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Fuente Mito del Agua, Chapultepec

 Photos: Pro Bosque de Chapultepec ©2024

The Fuente Mito del Agua (Fountain of the Myth of Water) is one of the least understood and appreciated of the many fountains in Chapultepec Park. At 295 meters long, it’s often mistaken for the ornate façade of a building. It could be the another part of Mexico City’s water system like the Cárcamo Museum, just across the way.

In fact, the 1964 fountain is a series of ten sub-fountains, or pools, connected by a stream of running water. The design was by engineer, Emilio Lavín Revilla. He was working under the direction of Leónides Guadarrama who had designed the master plan for the Second Section of Chapultepec in the preceding years. Guardarrama also designed most of the original Museum of Natural History and the Guardianes del Futuro fountain on the other side of Chapultepec Section 2.

Guardarrama commissioned the sculptor Alberto Pérez Soria for the ten mammoth sculptural heads that occupy the spaces between the pools. These were based on 1942 diagrams made by the artist Miguel Covarrubias (1904-1957) who had illustrated the genealogy of a water god of the renowned Olmec culture.

Pérez Soria also included the Priest of Atlihuayán among the sculptural heads. That work, discovered only in 1948, unleashed heated debates about its iconography and meaning. All of the sculptures needed to be reinterpreted as their actual sizes were not a part of Covarrubias’ diagrams. The originals were actually figurines rather than the giant monoliths. The sculptures are each between 2.90 and 3.20 meters tall.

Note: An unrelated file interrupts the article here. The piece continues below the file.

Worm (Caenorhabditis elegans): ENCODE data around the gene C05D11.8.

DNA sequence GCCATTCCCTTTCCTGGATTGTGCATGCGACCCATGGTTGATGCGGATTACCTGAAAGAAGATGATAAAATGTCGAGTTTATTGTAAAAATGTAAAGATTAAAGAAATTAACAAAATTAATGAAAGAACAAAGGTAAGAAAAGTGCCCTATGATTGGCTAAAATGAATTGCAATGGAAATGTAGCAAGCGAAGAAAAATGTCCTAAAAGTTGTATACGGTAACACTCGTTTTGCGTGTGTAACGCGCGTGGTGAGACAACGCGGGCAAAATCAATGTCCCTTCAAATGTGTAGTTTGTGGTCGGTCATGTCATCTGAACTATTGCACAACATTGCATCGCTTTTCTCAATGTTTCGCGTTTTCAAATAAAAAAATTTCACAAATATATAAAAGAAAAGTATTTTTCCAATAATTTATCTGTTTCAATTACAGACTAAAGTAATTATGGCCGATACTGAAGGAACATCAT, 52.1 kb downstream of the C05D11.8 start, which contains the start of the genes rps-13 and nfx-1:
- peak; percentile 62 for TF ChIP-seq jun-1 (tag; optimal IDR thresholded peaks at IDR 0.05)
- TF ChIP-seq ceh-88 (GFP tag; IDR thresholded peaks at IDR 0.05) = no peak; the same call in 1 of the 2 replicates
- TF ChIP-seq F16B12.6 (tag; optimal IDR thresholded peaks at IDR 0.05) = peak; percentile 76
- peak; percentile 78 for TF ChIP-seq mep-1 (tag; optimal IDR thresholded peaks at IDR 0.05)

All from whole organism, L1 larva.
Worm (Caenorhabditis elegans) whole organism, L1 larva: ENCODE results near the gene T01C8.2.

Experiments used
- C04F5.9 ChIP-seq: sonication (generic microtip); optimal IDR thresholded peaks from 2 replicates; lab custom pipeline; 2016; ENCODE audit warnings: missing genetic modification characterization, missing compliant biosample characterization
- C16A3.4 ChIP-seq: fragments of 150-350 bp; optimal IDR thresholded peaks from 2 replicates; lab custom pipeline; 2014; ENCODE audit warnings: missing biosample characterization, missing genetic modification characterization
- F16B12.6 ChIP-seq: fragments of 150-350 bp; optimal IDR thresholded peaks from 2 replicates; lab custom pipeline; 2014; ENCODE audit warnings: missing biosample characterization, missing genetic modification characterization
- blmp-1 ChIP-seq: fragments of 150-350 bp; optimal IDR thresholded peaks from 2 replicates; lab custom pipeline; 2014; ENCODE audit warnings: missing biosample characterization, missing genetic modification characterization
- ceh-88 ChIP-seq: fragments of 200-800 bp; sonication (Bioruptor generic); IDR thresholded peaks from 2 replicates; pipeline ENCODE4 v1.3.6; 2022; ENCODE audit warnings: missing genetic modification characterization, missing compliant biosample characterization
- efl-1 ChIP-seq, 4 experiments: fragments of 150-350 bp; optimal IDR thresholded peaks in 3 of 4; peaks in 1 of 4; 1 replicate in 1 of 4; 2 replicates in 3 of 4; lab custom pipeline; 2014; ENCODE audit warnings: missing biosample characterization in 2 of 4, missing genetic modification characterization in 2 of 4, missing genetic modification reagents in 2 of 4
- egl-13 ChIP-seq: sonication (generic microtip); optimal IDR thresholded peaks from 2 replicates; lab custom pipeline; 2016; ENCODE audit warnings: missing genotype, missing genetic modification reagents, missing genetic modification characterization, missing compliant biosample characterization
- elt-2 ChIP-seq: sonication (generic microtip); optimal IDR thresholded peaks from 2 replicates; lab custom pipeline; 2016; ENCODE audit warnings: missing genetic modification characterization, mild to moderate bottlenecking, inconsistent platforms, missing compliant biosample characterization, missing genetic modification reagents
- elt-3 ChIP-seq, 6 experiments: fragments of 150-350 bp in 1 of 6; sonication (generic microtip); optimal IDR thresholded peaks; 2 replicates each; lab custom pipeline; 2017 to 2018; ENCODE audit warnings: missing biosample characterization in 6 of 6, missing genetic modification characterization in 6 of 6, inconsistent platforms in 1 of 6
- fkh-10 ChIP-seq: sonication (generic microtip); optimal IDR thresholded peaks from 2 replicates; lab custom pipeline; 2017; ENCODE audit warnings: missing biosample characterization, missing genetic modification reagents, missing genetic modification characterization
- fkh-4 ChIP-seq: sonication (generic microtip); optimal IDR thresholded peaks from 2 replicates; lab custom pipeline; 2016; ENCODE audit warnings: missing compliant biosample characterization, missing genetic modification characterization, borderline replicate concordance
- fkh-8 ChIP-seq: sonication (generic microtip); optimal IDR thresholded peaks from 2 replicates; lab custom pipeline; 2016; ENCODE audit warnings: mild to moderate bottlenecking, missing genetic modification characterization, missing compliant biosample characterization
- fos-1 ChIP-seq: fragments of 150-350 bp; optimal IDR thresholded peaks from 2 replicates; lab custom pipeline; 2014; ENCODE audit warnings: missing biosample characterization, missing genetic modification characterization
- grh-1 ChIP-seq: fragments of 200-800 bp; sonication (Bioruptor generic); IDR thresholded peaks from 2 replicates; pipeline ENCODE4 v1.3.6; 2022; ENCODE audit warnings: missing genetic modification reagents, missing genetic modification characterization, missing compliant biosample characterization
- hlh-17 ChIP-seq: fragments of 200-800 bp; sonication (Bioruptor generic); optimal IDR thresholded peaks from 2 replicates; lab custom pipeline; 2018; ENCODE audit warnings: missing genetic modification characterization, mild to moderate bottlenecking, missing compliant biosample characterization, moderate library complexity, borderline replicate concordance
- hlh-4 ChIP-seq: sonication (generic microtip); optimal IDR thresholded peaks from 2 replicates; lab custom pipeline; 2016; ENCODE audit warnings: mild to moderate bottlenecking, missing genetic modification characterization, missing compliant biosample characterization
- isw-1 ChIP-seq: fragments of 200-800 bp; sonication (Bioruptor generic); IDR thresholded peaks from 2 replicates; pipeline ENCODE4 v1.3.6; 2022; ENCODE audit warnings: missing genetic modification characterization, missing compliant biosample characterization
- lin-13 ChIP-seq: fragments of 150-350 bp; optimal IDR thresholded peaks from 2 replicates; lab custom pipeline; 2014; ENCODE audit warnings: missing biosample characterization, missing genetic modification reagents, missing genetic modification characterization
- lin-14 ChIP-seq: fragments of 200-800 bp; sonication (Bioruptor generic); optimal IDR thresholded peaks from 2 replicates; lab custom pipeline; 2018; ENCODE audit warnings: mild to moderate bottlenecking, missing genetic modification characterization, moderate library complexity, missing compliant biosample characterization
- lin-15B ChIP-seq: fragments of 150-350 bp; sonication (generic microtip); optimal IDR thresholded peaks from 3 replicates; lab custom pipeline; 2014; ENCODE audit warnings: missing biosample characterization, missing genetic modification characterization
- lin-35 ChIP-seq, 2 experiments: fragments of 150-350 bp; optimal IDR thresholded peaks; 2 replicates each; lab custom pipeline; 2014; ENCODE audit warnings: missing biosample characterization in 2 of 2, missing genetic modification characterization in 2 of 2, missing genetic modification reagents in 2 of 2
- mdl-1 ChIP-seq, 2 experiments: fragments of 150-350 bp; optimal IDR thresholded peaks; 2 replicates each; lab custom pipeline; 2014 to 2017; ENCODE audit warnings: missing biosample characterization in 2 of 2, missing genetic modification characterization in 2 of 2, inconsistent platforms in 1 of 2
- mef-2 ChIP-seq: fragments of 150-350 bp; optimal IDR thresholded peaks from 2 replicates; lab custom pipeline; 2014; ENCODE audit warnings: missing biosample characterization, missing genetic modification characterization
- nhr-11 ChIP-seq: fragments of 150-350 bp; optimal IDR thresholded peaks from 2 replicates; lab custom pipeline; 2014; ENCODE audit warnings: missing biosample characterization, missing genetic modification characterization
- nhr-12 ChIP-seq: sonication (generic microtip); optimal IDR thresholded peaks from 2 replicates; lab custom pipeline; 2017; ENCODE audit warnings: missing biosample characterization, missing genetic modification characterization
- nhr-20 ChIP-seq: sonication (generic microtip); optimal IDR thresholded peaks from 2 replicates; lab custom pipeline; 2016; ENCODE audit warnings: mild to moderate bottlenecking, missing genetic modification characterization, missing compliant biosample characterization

Pérez Soria also placed concrete vases, ten in all, between each head. Vertical jets of water emerge from the vases which are modern reinterpretations of one found in Tlatilco between the 7th and 12th century B.C.E.  The fountain also includes nine sculptures of fish and some 50 painted glyphs along the rear wall.

It remains an important testament to its time when an interest in the ancient past peaked and was used to shore up support for a government still stabilizing in the wake of the Revolution concluded some 45 years before. It’s likely one of the best examples of the Neo-Indigenist design begun at the height of Porfiriato. One can see here a direct correlation with the 1889 Mexican Pavilion in Paris, the bronze plaques of which today adorn the Garden of the Triple Alliance.

The northeastern end of the fountain borders on the grounds of the Papalote Children’s Museum. Restored in 2016, today the fountain provides a fantastic backdrop to the broader gardens of this corner of Chapultepec.

How to get here
  • Av. de los Compositores, Bosque de Chapultepec II Secc, Alc. Miguel Hidalgo, 11100 CDMX


Papalote Children’s Museum

Nearest at 0.17 kms.

Cárcamo Museum

Nearest at 0.30 kms.


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